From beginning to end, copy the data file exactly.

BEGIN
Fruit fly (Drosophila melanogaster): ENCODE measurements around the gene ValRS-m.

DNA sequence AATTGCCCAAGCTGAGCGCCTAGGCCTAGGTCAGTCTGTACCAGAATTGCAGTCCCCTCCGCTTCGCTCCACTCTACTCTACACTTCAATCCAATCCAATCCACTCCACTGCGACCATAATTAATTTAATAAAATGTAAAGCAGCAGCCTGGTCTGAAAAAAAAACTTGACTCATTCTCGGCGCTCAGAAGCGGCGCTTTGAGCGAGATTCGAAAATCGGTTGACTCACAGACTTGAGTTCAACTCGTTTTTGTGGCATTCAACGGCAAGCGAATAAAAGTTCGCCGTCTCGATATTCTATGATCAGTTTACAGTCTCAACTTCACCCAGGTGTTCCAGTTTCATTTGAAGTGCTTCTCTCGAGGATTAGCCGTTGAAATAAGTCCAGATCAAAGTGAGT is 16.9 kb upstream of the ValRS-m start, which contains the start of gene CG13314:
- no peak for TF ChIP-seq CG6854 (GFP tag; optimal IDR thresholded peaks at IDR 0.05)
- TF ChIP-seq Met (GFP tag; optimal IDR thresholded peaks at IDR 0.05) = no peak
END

Fruit fly (Drosophila melanogaster): ENCODE measurements around the gene ValRS-m.

DNA sequence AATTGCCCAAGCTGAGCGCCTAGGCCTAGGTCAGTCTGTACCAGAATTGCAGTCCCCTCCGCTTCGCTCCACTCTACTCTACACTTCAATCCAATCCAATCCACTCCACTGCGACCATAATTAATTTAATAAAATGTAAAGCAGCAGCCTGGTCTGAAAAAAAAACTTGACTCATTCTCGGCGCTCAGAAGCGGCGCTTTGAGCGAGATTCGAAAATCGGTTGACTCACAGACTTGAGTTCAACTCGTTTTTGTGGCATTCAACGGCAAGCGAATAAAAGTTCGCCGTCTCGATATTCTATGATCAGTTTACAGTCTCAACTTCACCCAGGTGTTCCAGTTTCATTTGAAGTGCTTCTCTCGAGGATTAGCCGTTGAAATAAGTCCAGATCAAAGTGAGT is 16.9 kb upstream of the ValRS-m start, which contains the start of gene CG13314:
- no peak for TF ChIP-seq CG6854 (GFP tag; optimal IDR thresholded peaks at IDR 0.05)
- TF ChIP-seq Met (GFP tag; optimal IDR thresholded peaks at IDR 0.05) = no peak